||"When you have the business model, health care becomes a product. "Management doesn't care about the reality, only the perception."
Nurses say that management's obsession with the bottom line is not just hurting patients, it is endangering staff. Health care workers are exposed to a stew of antibiotic-resistant organisms and are becoming increasingly sensitized to latex used in gloves. More seriously, according to the American Nurses Association, they sustain as many as 1 million needlestick and sharp instrument injuries every year -- resulting in thousands of new cases of HIV and hepatitis. "When you have the business model, health care becomes a product," says Ken Eardley, a nurse at Fletcher Allen Hospital in Burlington. "Management doesn't care about the reality, only the perception."
Managing perception is at the core of Srocznski and O'Connor's message to seminar attendees. When the union comes "you have to be very sensitive," O'Connor advises. "You don't overreact with your own children, not that I mean your employees are like children."
The consultants say administrators should present themselves as employees' allies against "outsider" unions. "You should acknowledge that hospitals are often understaffed and overburdened," Srocznski suggests. "Let the employees know that unions will only make things worse. They will take nurses off-task from focusing on caring for patients."
They say employee grievances should be treated as psychological and public relations problems. Administrators should launch a hearts-and-minds campaign to defuse stress and anger, reassuring employees that they are sympathetic, aware of problems, working on solutions and acting in the best interest of patients and staff. Managers should allow workers a modicum of input, the illusion of influence and the right to grumble. "There is a high level of anger," Srocznski notes. "We need to validate that anger and know how to work through it and continue to do what we do."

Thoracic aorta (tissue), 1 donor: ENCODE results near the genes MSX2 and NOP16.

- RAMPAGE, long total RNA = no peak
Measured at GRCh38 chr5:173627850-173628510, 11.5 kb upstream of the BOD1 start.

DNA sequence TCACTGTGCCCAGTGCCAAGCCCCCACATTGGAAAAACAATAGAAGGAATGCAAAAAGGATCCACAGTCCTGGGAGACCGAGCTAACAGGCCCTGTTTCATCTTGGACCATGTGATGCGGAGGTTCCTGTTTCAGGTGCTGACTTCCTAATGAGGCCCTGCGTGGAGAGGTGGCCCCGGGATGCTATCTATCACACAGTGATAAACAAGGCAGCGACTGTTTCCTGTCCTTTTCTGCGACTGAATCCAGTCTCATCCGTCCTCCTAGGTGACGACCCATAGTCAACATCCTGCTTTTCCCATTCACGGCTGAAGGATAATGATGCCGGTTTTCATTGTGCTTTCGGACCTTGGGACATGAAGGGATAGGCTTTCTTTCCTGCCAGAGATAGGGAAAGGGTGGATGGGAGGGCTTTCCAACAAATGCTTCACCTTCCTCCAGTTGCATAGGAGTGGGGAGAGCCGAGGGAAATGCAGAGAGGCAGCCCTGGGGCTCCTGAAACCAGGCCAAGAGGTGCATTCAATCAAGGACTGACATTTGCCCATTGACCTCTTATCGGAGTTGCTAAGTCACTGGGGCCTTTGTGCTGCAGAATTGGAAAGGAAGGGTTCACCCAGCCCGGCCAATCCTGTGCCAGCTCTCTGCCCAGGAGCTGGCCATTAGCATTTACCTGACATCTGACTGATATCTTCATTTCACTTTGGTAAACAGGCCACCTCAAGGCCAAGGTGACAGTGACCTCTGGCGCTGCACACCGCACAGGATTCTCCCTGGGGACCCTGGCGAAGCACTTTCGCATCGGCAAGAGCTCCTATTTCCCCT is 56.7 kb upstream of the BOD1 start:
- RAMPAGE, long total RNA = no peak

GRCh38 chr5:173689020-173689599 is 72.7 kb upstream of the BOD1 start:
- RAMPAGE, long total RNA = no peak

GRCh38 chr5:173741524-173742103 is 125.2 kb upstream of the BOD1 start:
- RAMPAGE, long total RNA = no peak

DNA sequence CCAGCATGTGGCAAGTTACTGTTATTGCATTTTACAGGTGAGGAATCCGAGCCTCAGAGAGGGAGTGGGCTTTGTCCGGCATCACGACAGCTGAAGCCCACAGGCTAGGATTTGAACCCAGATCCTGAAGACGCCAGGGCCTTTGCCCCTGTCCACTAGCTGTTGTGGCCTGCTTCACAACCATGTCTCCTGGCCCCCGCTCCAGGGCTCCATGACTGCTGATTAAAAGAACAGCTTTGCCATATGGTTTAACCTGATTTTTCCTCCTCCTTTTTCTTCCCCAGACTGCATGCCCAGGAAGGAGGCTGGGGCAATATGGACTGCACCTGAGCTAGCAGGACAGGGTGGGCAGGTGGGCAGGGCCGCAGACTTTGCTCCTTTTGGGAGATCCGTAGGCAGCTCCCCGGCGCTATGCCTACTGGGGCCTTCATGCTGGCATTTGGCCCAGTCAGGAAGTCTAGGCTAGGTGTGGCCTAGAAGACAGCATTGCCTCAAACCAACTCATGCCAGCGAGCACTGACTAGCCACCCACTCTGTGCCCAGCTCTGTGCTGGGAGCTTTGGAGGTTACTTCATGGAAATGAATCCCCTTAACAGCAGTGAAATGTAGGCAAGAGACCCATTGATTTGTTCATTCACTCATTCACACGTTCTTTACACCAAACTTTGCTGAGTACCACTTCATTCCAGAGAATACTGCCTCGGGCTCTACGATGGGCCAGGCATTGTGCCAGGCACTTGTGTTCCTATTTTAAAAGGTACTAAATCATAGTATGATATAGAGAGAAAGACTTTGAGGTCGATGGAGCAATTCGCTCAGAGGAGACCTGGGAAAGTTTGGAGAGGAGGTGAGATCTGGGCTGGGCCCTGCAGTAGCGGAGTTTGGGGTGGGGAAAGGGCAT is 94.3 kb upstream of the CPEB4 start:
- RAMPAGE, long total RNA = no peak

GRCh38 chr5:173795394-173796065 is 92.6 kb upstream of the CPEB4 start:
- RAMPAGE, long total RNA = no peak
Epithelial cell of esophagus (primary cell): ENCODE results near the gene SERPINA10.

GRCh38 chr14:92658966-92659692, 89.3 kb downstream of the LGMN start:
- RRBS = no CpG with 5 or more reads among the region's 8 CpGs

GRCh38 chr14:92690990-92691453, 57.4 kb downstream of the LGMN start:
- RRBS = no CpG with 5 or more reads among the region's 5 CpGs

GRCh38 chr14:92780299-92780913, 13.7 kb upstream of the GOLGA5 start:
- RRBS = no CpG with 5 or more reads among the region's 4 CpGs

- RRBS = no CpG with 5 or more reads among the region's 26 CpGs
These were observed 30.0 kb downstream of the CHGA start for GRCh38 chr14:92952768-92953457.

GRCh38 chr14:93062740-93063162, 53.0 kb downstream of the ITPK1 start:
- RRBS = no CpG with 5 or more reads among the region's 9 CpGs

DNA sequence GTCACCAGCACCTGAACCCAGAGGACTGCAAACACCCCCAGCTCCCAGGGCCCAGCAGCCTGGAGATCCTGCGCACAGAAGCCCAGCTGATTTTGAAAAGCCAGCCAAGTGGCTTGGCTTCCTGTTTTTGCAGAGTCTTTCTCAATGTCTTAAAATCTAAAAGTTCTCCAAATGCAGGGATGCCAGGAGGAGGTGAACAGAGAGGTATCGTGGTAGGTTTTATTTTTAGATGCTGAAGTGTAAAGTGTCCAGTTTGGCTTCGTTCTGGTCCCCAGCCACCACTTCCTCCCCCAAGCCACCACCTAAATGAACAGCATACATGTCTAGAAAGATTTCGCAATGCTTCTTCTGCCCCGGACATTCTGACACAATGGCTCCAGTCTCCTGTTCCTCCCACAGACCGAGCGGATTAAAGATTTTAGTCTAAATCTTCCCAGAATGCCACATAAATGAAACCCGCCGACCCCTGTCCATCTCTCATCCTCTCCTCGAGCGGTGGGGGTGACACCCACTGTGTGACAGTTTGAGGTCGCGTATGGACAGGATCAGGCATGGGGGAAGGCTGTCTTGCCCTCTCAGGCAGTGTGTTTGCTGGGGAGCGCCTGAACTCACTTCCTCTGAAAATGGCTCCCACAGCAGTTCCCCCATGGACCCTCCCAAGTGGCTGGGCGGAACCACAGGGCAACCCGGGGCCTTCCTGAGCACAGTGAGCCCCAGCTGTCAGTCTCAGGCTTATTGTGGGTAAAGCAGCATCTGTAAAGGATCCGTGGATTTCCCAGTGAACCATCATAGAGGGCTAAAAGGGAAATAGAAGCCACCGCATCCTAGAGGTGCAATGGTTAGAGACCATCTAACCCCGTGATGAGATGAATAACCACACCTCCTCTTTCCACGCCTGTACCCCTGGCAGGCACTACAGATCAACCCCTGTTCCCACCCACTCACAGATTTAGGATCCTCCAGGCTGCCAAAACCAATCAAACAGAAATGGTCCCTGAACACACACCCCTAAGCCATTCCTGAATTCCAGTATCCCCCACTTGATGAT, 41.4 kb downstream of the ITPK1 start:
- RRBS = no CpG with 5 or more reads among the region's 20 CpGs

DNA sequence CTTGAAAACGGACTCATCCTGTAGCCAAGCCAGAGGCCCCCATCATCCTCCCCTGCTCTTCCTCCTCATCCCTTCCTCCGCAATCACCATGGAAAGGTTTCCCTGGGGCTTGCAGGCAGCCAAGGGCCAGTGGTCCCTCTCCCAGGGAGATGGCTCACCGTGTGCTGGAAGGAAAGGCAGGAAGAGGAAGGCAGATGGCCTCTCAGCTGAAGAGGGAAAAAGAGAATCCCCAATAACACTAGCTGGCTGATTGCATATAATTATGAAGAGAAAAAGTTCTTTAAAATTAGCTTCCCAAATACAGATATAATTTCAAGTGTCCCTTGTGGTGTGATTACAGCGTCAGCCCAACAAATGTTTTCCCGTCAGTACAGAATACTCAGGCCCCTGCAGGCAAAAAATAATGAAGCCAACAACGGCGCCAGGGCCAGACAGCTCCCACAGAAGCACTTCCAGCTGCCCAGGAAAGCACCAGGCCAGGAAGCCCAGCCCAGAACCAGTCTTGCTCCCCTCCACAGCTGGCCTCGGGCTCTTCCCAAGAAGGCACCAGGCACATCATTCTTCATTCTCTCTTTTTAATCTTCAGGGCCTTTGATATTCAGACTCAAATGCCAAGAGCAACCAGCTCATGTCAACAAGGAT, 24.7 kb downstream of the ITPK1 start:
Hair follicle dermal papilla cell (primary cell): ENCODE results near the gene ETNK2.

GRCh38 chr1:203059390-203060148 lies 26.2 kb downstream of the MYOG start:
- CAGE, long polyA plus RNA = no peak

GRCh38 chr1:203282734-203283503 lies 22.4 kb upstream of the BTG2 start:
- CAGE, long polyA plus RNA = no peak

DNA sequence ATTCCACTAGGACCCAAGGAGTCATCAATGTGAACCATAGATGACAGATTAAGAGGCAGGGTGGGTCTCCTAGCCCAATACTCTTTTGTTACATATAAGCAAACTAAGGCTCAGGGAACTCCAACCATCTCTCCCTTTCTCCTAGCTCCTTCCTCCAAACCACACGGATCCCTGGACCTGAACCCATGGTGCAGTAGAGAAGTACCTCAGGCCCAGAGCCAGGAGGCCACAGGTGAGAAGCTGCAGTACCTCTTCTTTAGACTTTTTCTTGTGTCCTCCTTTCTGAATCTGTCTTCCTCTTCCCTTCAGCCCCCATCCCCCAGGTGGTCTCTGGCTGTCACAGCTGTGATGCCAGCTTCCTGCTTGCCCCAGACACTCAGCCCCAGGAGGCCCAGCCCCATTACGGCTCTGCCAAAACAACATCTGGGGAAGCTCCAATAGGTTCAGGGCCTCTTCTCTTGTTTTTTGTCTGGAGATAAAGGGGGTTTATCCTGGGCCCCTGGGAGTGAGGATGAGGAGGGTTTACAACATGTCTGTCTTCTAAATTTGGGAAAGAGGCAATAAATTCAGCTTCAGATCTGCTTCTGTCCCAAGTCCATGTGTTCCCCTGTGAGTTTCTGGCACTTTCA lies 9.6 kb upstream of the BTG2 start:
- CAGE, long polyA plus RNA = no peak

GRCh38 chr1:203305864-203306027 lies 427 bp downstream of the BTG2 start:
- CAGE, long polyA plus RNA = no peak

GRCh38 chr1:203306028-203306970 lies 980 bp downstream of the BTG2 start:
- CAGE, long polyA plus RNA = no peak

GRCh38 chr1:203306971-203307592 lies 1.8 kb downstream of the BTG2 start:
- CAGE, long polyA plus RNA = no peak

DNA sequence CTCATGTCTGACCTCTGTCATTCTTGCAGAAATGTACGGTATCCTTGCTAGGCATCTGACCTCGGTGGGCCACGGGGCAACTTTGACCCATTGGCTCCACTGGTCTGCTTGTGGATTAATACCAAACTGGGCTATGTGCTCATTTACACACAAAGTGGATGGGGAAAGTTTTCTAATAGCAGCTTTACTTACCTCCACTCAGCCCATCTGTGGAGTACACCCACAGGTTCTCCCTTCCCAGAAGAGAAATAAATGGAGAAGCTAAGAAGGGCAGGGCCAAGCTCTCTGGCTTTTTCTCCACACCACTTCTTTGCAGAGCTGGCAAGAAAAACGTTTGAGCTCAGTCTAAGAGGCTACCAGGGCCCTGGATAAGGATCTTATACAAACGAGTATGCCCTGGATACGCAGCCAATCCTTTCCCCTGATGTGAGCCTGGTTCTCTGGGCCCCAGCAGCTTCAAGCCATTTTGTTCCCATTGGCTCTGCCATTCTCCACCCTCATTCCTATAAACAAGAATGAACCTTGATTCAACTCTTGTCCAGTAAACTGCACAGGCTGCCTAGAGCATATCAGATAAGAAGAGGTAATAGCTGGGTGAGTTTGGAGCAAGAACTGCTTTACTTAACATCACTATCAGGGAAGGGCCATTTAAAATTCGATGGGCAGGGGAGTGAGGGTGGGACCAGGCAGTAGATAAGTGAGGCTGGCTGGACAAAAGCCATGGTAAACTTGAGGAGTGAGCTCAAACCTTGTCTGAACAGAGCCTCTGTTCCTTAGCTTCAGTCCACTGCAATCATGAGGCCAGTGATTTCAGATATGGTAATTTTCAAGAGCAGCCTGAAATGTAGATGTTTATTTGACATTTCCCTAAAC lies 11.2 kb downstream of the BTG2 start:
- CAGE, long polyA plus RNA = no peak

But what some nurses want is not validation but immediate reform, especially in those areas that affect patient care. "We had a situation where cardiac monitors were kicking out lethal arrhythmia and nobody saw it and a patient died," says a nurse at a large New England hospital. "Patients are hooked up to cardiac monitors that output to a central desk where qualified medical personnel are supposed to continuously watch for problems. There would have been time to react, but nobody was there to see it."
||Srocznski advises administrators to give the disgruntled the "magic minute." "When someone is upset and asks for a minute, don't say, 'I'm too busy, I have only a minute.' You make it seem like longer if you say, 'Yes, I have a minute,' and then sit and give them your full attention for a minute.
Compromised patient care, the consultants warn, often forms the irritating grain around which organizing drives form. "If management learns to align with employees," O'Connor says, "that weakens the employee-union bond. It's the touchy-feely stuff that often gets you the edge."
"How many times do we actually talk to the nurse on the 3 to 11 shift?" Srocznski asks. "We take the nurses for granted [and they] perceive a lack of professionalism, dignity and respect." This inattention "leads to frustration; frustration leads to rage and dread. . . . Rage and dread open the door to union organizing."
Srocznski advises administrators to give the disgruntled the "magic minute." "When someone is upset and asks for a minute, don't say, 'I'm too busy, I have only a minute.' You make it seem like longer if you say, 'Yes, I have a minute,' and then sit and give them your full attention for a minute. By sitting, you equalize the power. And then say, 'I look forward to having my secretary schedule some time for you.'"